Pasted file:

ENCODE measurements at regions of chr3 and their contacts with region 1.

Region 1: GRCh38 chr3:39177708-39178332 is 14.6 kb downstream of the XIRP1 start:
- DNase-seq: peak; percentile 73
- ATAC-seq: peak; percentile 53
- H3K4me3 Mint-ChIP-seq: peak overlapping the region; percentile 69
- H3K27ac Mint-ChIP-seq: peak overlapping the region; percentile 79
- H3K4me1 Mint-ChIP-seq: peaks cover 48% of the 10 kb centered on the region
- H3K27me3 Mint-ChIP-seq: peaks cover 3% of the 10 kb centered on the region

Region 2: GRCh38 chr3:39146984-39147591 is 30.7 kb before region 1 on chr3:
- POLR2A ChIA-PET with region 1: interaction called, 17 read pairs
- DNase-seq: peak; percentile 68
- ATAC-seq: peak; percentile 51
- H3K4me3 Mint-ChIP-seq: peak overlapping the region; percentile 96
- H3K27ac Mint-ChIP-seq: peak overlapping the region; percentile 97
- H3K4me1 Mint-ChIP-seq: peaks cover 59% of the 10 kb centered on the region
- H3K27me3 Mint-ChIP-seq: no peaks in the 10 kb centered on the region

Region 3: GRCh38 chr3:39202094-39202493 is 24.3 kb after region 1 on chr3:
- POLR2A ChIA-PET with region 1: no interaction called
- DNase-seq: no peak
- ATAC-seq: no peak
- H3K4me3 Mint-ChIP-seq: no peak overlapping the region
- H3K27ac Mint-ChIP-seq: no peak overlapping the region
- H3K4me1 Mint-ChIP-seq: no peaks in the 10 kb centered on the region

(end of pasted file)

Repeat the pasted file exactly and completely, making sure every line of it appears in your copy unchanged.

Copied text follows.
ENCODE measurements at regions of chr3 and their contacts with region 1.

Region 1: GRCh38 chr3:39177708-39178332 is 14.6 kb downstream of the XIRP1 start:
- DNase-seq: peak; percentile 73
- ATAC-seq: peak; percentile 53
- H3K4me3 Mint-ChIP-seq: peak overlapping the region; percentile 69
- H3K27ac Mint-ChIP-seq: peak overlapping the region; percentile 79
- H3K4me1 Mint-ChIP-seq: peaks cover 48% of the 10 kb centered on the region
- H3K27me3 Mint-ChIP-seq: peaks cover 3% of the 10 kb centered on the region

Region 2: GRCh38 chr3:39146984-39147591 is 30.7 kb before region 1 on chr3:
- POLR2A ChIA-PET with region 1: interaction called, 17 read pairs
- DNase-seq: peak; percentile 68
- ATAC-seq: peak; percentile 51
- H3K4me3 Mint-ChIP-seq: peak overlapping the region; percentile 96
- H3K27ac Mint-ChIP-seq: peak overlapping the region; percentile 97
- H3K4me1 Mint-ChIP-seq: peaks cover 59% of the 10 kb centered on the region
- H3K27me3 Mint-ChIP-seq: no peaks in the 10 kb centered on the region

Region 3: GRCh38 chr3:39202094-39202493 is 24.3 kb after region 1 on chr3:
- POLR2A ChIA-PET with region 1: no interaction called
- DNase-seq: no peak
- ATAC-seq: no peak
- H3K4me3 Mint-ChIP-seq: no peak overlapping the region
- H3K27ac Mint-ChIP-seq: no peak overlapping the region
- H3K4me1 Mint-ChIP-seq: no peaks in the 10 kb centered on the region